The Centre for the History of Medicine, part of the University of Birmingham's Medical School, was established in 2000 as a centre for research and both undergraduate and postgraduate teaching. Particular areas of specialisation include the medical history of the West Midlands area, medicine and surgery in ancient times, and the history of Army and other military medicine. This departmental site contains brief profiles of staff and researchers, with some publication details; information on teaching programmes; a short history (running to around 7000 words, with references) of the University of Birmingham Medical School itself, written by the Senior Lecturer, Robert Arnott; listings for the Centre's seminar series; and details of recent and forthcoming conferences in the history of medicine. Also present is a section on History of Medicine "Resources", which notably includes a list of webpages and societies related to the history of medicine.
Classic Papers from the History of Chemistry is an online repository of primary source documents maintained by the ChemTeam, a US organisation mainly concerned with providing resources in chemistry for high school students. The material on this page of their website, however, is suitable for a more advanced audience also. Some eighty documents are provided, arranged in chronological order: there are a few pieces from the prehistory of chemistry including extracts from Paracelsus, but the material is primarily of nineteenth- or early-to-mid twentieth-century origin. There is a distinct bias towards physical chemistry and the sub-atomic realm. Featured texts include: Volta’s work on the battery; Davy and Faraday on new elements; Joule on the mechanical equivalent of heat; Rutherford, Geiger and Marsden on the nucleus; Bohr on atomic structure; Chadwick on the neutron, and Meitner and Frisch on nuclear fission. Most of the articles are provided as transcripts, but some are facsimile images: there is no indication concerning this on the main index page. Most of the transcripts are excerpted and pagination is not recorded.
Classics in the History of Psychology is a project to provide online transcripts of noteworthy texts from the history and prehistory of the psychological sciences. The project is based in the Department of Psychology at York University, Toronto. The site is regularly updated and contains around 25 full-text books, and 200 articles, with excerpts from longer publications. The inevitable restrictions due to copyright mean that many important texts cannot be reproduced here, but the site still represents an extremely valuable collection. Among the many authors represented are Aristotle, Sigmund Freud, William James, Carl Jung, B F Skinner, J B Watson and Wilhelm Wundt. The contents are indexed by author name and by broad subject area, and there is a basic search facility. All of the contents are presented in HTML form, generally presented as single webpages except where length prohibits this. Publication dates and edition numbers are scrupulously recorded, but the pagination details of the original print editions are not. The site also provides a collection of links to relevant primary texts maintained at other sites. Another useful feature is the page of suggested readings, arranged by subject area and with a commentary on importance and context. This is aimed at students in the history of psychology and related fields and offers a useful starting point for early research.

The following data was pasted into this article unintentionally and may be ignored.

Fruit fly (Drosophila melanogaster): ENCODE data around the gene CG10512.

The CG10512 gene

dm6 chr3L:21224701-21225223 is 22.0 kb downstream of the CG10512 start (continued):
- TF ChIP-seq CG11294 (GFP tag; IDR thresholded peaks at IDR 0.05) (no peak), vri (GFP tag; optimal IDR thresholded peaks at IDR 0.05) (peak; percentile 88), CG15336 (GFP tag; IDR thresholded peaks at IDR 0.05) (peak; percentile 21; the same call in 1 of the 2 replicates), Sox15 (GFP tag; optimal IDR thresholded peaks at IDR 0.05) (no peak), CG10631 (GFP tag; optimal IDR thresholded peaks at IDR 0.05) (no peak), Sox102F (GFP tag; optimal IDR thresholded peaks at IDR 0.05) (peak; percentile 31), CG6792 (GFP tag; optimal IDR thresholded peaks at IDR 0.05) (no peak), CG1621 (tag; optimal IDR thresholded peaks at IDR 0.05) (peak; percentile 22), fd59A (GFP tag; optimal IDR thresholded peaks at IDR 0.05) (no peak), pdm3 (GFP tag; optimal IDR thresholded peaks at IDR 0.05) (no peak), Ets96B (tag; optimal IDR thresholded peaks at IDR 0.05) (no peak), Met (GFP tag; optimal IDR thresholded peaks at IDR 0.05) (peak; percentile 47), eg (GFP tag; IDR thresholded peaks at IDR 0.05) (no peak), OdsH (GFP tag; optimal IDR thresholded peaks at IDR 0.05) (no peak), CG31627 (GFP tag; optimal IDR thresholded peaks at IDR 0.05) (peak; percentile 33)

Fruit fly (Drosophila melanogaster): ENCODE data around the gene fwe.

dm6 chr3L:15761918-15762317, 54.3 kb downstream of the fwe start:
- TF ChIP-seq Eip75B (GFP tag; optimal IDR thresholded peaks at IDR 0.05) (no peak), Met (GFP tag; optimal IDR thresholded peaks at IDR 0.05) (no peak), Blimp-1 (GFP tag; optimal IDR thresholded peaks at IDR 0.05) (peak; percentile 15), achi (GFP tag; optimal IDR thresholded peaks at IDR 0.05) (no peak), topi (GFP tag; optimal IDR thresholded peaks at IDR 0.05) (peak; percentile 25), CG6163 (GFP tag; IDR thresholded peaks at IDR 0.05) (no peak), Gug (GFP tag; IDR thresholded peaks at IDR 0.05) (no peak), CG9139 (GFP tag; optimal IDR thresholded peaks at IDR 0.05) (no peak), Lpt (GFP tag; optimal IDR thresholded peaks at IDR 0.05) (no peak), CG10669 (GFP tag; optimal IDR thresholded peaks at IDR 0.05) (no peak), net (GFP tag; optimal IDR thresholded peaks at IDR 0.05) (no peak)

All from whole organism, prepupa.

Until the late 19th century when developments in the chemical industry allowed the manufacture of artificial colouring agents, dyes were laboriously manufactured from a range of plant and animal extracts. This wide-ranging website provides a comprehensive historical, cultural and scientific overview of the various processes involved in the making of dyes such as Indigo and woad, Tyrian purple, Murexide and Lichen purple, from technical chemical details to biographical and historiographical material illuminating the history of dye making. Extensive bibliographic references and weblinks on this subject and contact details of modern manufacturers and supplies of traditional dyes are provided. The resource includes a guide to the contents of the journal "Dyes in History and Archaeology" since 1991 which published the proceedings of annual conferences on this subject. The text is illustrated throughout with a variety of botanical and historical images as well as many chemical formulae. The hypertext links lead you to a variety of websites of related interest in English, French and German. "Ancient dyes" has a wide potential audience among students and researchers of archaeology, anthropology and history of all periods (including the history of science, industry and clothing). Regular meetings are organised and advertised on this website.